Daily Prospect Profile: Wes Freeman

Freeman has three homers in 67 at-bats this year.

The $150 K bonus that the Pittsburgh Pirates gave to Wes Freeman in the 2008 draft wasn’t as big as some of the other bonuses they gave out, such as the $1 M they gave to Robbie Grossman, or the $900 K they gave to Quinton Miller.  However, the bonus was pretty big for a 16th round draft pick.  At the time, Freeman was considered very raw, but was touted for his strong frame, and his power potential.

Three years later and not much has changed with Freeman.  He’s still very raw, with a career .187/.249/.284 line in 401 at-bats.  The most alarming thing has been his strikeout rates, with 164 strikeouts in those 401 at-bats, for a strikeout rate of 40.9%.  That number has gotten better this year, although he still is striking out in a third of his at-bats, which isn’t good.

Despite the struggles, Freeman still has a lot of upside.  He is athletic, with a strong arm in the outfield, and a little bit of speed for a guy that is 6′ 4″, 215 pounds.  The biggest tool he has is his power, although like a lot of other things, that power is raw.  It is apparent at times, especially in cases like last night, when Freeman homered twice for State College, giving him three in 67 at-bats this year.

Freeman is a case of numbers vs potential.  If the Pirates released him tomorrow, you couldn’t fault them, based on the numbers he’s put up in his career.  At the same time, if they held on to him for another year or two, trying to see if he realized his potential, you couldn’t fault them for that either.  One scout from another organization called Freeman the only hitting prospect on the State College roster.  That was before Alex Dickerson arrived, but at a time when Exicardo Cayonez, Jorge Bishop, Taylor Lewis, and Samuel Gonzalez were all on the team.  Based on the offensive struggles for State College this year, that’s not a high complement, but it does say something about Freeman’s potential, even if the odds are slim that he does eventually realize that potential.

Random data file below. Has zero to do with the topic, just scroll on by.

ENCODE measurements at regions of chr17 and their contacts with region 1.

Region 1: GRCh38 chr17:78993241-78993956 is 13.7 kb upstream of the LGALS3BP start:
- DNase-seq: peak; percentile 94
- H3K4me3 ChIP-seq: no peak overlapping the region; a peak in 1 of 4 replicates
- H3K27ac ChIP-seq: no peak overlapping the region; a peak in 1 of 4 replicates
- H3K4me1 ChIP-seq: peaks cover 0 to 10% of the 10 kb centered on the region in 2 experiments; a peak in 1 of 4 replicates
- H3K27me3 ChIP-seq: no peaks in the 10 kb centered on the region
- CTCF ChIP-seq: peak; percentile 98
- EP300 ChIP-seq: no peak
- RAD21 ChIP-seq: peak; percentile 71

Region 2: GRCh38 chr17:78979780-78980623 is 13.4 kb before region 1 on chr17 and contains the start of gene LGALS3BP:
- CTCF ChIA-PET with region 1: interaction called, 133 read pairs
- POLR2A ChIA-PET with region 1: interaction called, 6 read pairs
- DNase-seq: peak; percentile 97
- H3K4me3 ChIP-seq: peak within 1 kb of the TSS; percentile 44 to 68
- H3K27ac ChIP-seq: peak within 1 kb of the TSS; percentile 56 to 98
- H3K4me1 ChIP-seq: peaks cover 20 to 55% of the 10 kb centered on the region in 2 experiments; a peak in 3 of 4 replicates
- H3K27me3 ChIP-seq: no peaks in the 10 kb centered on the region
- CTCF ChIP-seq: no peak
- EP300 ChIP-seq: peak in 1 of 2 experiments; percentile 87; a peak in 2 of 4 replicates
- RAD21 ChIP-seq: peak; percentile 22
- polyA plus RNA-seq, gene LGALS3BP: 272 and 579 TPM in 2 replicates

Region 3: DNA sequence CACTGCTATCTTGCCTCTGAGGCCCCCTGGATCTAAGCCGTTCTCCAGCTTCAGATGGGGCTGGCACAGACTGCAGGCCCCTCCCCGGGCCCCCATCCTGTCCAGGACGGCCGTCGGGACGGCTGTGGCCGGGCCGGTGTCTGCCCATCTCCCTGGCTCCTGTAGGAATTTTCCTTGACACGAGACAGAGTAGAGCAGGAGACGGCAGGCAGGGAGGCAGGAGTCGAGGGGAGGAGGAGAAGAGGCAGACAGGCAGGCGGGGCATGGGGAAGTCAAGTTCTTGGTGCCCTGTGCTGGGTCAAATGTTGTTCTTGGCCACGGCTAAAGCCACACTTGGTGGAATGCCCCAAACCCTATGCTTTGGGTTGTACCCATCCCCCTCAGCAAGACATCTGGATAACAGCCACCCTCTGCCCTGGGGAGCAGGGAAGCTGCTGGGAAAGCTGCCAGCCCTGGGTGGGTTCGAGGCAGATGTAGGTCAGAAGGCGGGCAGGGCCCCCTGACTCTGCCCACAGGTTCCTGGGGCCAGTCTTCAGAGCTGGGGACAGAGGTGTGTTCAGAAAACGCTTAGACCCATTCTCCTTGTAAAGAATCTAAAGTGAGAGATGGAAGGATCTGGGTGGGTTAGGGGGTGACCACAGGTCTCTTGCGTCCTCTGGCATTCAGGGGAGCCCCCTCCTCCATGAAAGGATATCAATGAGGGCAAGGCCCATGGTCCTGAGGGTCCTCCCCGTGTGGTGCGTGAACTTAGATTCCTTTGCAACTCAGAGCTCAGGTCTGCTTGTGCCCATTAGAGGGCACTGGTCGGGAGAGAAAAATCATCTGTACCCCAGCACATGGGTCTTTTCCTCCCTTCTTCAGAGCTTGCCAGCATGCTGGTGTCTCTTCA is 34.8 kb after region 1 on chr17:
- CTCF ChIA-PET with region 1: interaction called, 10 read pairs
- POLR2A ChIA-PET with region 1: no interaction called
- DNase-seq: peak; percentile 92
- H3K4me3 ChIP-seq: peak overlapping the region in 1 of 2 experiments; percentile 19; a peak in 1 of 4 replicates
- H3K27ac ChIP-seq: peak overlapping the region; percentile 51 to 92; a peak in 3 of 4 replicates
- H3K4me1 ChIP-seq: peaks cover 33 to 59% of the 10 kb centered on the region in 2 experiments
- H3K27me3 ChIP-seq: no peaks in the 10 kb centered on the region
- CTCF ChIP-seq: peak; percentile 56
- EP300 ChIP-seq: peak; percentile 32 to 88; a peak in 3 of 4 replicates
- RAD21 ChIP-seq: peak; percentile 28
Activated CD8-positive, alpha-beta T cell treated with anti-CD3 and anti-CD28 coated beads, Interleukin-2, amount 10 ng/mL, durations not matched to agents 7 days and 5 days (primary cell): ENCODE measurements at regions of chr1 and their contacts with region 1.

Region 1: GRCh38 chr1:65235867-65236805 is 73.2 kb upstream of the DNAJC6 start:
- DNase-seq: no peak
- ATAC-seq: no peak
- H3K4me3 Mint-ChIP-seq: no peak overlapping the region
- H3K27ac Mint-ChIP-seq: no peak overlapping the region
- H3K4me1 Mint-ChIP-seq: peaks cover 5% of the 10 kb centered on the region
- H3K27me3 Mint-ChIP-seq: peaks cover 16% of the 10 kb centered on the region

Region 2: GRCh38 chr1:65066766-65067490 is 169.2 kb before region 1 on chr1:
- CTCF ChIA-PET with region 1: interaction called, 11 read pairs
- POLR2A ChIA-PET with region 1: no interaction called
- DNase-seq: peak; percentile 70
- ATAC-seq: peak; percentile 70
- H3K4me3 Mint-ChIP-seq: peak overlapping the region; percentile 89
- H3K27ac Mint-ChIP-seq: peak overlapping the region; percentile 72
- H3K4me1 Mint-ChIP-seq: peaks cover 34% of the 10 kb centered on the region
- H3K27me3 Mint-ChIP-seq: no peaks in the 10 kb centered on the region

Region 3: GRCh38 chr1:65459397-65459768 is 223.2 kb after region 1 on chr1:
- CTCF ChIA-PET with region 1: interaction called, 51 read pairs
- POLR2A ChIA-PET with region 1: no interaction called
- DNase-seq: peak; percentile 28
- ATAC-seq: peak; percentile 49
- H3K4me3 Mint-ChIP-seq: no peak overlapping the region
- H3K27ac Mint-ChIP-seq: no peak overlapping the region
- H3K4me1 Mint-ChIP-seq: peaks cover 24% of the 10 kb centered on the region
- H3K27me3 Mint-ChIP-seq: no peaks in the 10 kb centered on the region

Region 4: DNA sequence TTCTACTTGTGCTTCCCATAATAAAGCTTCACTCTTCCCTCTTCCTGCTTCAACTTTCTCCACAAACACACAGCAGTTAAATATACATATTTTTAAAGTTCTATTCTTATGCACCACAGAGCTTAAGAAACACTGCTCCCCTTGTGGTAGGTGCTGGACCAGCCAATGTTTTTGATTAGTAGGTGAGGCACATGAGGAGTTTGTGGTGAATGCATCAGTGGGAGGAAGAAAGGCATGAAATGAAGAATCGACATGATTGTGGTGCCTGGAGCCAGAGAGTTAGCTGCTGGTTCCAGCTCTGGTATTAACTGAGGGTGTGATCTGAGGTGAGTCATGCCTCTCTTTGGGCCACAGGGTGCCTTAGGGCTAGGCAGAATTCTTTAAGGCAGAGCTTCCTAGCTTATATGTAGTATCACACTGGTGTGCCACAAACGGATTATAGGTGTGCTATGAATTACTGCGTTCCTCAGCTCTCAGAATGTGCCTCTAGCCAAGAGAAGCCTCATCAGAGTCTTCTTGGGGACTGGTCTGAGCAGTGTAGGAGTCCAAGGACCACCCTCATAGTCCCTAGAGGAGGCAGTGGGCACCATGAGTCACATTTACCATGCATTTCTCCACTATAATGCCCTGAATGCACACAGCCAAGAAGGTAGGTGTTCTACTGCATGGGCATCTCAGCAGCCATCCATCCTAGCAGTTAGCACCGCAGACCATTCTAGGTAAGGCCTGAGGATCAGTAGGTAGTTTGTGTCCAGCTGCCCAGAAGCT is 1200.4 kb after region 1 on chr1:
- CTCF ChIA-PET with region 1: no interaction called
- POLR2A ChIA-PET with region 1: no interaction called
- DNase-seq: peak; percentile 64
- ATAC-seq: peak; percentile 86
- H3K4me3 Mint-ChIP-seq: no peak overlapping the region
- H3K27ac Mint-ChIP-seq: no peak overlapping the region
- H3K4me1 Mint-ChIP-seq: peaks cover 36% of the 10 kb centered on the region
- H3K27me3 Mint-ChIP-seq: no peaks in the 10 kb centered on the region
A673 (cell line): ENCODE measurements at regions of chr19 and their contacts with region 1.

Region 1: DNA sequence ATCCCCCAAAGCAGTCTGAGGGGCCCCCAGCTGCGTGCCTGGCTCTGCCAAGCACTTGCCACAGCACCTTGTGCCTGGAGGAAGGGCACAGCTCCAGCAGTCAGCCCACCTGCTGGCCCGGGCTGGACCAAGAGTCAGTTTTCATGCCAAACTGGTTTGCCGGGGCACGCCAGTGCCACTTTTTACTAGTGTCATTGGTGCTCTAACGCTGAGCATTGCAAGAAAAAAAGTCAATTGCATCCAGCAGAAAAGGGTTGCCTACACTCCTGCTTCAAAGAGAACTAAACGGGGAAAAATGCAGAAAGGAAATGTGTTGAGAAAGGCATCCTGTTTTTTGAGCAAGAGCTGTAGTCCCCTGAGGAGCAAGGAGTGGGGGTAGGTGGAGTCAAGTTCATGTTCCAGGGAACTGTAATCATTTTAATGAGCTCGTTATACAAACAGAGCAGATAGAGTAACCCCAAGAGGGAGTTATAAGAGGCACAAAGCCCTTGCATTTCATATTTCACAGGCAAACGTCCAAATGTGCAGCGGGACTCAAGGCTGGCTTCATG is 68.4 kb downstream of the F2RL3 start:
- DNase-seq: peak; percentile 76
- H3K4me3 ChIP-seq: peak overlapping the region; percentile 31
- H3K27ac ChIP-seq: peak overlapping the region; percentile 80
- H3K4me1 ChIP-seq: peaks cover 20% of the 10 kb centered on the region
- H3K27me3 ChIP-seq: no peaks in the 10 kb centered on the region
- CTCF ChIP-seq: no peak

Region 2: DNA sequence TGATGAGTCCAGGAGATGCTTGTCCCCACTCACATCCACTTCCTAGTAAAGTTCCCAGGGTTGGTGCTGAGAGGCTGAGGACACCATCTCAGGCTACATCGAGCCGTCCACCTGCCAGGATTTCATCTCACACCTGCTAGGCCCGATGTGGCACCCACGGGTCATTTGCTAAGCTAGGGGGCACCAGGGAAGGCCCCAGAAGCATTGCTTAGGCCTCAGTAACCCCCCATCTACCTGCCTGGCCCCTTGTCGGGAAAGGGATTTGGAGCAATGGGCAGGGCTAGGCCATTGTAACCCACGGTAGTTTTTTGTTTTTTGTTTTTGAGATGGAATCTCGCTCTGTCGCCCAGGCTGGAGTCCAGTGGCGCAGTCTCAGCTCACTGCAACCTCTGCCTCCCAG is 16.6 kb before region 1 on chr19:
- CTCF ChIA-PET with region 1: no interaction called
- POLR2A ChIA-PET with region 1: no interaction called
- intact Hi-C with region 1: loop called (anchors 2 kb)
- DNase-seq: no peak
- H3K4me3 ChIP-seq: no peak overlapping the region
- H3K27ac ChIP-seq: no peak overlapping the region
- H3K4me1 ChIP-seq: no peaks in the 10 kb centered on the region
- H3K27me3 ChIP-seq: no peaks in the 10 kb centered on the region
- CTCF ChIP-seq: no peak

Tim started Pirates Prospects in 2009 from his home in Virginia, which was 40 minutes from where Pedro Alvarez made his pro debut in Lynchburg. That year, the Lynchburg Hillcats won the Carolina League championship, and Pirates Prospects was born from Tim's reporting along the way. The site has grown over the years to include many more writers, and Tim has gone on to become a credentialed MLB reporter, producing Pirates Prospects each year, and will publish his 11th Prospect Guide this offseason. He has also served as the Pittsburgh Pirates correspondent for Baseball America since 2019. Behind the scenes, Tim is an avid music lover, and most of the money he gets paid to run this site goes to vinyl records.

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Freemen is like Duke Welker. It’s amazing, but Welker might make it to the show. That said, I’d bet Freemen’s making contract problem is an insurmountable barrier. He’s had years to work on this.

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